G2 Esports fans during Quarter Finals League of Legends World Championship match between G2 Esports and Damwon Gaming on October 27, 2019 in Madrid, Spain.
Borja B. Hojas | Getty Images
For the uninitiated, think of esports like you would any other sport. Instead of baseball, hockey, chess or curling, it’s video games like CSGO, League of Legends, Call of Duty or Fortnite. After all, a sport is just a set of rules, a field of play, and competitive infrastructure spanning players, teams, leagues, broadcasters and the viewing audience. Every game in esports has its own set of rules. Swap physical mastery for mental acuity. Replace stadiums and ballparks with virtual arenas and game modes, and everything else (infrastructure) is similar when you boil it down. Right down to those pulse-pounding moments when the home team clinches a one-in-a-million play to take home the title.
So then, why are esports getting so much attention lately? For starters, events like League of Legends World Championships matched the Superbowl in terms of viewership, and young gamers in the 18- to 25-year-old age group watch 34% more esports than traditional sports. One big reason for this is esports, like its audience, is a digital native. In a world where few millennials consume television or radio, esports is everywhere. You can stream it on Twitch, play it back on Youtube, discuss it on Discord, watch and share clips across TikTok, Instagram and Twitter.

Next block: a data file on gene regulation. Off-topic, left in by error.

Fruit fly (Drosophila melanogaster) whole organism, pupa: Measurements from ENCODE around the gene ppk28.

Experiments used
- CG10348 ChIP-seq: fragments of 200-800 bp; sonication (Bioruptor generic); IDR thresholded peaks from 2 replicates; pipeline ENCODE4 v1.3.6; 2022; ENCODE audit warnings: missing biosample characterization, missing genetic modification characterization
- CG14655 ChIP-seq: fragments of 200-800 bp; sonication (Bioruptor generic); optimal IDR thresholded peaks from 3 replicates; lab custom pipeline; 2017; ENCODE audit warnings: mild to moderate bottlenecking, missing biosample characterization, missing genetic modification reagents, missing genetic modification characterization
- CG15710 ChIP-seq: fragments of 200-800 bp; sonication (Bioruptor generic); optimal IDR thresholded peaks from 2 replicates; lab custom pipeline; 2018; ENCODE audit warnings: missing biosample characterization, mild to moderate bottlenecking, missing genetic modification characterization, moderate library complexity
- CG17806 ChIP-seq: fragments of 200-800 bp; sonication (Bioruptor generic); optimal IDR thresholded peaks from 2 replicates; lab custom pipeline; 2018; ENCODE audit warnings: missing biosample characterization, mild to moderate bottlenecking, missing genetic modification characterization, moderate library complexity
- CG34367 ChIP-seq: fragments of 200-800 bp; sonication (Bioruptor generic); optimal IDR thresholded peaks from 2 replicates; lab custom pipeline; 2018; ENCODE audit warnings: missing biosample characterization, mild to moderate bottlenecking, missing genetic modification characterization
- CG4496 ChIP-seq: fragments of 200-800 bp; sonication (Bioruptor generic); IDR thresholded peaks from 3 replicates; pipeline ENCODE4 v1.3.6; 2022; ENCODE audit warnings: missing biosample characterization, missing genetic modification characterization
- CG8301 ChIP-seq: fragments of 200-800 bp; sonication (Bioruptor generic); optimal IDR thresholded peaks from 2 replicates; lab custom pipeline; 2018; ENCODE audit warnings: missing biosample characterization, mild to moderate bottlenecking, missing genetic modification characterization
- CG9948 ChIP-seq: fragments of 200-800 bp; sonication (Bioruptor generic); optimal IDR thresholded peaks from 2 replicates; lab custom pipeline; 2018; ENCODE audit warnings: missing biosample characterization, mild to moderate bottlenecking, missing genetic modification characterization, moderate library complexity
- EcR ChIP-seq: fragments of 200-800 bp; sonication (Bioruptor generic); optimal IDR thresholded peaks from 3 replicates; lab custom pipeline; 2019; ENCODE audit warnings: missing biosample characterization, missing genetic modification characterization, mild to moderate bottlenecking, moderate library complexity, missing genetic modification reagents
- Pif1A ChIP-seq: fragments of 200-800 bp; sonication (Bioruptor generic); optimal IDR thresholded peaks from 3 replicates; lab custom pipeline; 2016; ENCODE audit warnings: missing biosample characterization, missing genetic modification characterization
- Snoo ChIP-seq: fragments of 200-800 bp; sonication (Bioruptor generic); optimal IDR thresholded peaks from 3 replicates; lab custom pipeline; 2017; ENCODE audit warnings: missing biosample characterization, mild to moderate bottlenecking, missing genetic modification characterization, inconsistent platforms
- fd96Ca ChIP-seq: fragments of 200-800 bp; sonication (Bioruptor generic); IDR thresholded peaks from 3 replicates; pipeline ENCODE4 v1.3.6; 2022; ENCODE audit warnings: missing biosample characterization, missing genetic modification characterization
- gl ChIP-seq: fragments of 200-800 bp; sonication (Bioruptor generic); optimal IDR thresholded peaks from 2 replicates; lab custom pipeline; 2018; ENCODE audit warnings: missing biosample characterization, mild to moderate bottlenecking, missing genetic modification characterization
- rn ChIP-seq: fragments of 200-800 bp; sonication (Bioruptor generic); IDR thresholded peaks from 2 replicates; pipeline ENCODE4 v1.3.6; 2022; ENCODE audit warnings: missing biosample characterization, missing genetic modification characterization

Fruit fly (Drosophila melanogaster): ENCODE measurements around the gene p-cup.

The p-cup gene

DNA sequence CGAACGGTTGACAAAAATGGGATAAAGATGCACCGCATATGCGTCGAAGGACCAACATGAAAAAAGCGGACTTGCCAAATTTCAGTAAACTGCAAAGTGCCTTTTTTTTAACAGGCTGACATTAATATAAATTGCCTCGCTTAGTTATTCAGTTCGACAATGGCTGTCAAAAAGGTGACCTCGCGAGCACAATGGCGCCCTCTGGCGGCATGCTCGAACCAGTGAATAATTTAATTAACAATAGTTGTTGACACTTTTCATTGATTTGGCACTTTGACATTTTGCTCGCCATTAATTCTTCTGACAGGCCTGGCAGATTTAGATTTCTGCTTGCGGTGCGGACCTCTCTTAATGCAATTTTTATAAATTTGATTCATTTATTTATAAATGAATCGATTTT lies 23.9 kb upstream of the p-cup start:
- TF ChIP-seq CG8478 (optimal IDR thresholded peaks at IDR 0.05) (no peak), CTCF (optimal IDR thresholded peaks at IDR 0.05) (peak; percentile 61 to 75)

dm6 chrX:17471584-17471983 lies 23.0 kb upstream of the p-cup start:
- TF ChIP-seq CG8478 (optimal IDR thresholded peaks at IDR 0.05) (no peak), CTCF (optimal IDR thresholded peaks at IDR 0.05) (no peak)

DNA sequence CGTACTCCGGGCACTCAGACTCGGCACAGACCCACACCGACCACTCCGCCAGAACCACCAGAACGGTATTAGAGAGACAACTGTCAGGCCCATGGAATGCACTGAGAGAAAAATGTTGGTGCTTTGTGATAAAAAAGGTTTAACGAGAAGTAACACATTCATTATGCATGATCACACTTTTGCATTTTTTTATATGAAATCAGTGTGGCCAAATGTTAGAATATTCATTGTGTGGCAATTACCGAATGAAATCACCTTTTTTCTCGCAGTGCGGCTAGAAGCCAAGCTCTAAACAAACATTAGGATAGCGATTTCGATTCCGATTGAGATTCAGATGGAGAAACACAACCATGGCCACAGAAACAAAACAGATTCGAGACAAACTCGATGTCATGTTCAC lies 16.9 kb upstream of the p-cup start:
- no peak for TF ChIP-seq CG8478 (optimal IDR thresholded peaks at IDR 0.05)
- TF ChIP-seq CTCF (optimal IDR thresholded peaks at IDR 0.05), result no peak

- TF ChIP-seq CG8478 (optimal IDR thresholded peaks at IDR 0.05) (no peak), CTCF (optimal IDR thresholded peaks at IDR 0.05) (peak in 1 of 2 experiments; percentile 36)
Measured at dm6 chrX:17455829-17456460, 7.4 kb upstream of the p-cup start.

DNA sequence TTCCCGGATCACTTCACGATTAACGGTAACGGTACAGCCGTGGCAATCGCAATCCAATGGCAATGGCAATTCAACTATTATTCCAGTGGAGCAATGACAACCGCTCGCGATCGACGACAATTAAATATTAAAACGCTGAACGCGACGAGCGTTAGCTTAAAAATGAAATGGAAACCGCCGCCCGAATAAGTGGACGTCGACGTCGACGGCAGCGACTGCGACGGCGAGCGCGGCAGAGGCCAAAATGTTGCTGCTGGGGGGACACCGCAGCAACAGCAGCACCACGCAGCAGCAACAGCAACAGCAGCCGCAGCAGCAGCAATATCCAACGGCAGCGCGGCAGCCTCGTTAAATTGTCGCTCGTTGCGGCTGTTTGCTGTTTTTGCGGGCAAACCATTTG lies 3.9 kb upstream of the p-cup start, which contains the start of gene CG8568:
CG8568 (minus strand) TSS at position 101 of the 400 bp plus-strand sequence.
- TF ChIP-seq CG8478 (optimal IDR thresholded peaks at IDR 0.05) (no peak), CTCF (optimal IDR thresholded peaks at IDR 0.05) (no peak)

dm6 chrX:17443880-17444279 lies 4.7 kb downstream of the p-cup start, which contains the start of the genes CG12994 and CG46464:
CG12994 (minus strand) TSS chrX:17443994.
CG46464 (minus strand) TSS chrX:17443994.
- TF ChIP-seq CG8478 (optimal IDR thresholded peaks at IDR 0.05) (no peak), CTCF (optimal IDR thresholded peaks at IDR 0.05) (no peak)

It’s no wonder esports are worth roughly $1 billion in 2019, and being projected to grow 400% in the next seven years to $4.28 billion by 2027, according to Data Bridge Market Research. Some might say this is a conservative estimate with the global traditional sports market worth $388.3 billion in 2020 alone. With more than 2.7 billion gamers on earth, we’re barely scratching the surface of what’s possible for esports.
In just the past decade, esports has made huge strides evolving from a largely underground culture into a mainstream industry. As a worldwide phenomenon, the sector has attracted notable investors like Mark Cuban, Alexis Ohanian and Ashton Kutcher. Esports is even pulling in capital from traditional sports figures such as David Beckham, Steph Curry, Rick Fox, and Shaq, as well as musicians like Drake, Wiz Khalifa, and Steve Aoki, just to name a few. The nascent industry offers vast opportunities as its infrastructure, pro athletes and teams continue to develop.
After factoring in the roughly century-long head start that traditional sports have had, there is a lot to be excited about. Speaking as someone who was there at the very beginning (2000-2004) competing in video game tournaments strewn about shopping malls (remember those?) it was eye opening to see the gigantic prize pools of modern-day titles like Dota 2’s $34.3 million International or Fortnite’s $30.4 million World Cup, both akin to the esports version of the World Series or U.S. Open. It was events like these, and the maturation of global organizations dedicated to competitive gaming, that got me off the sidelines.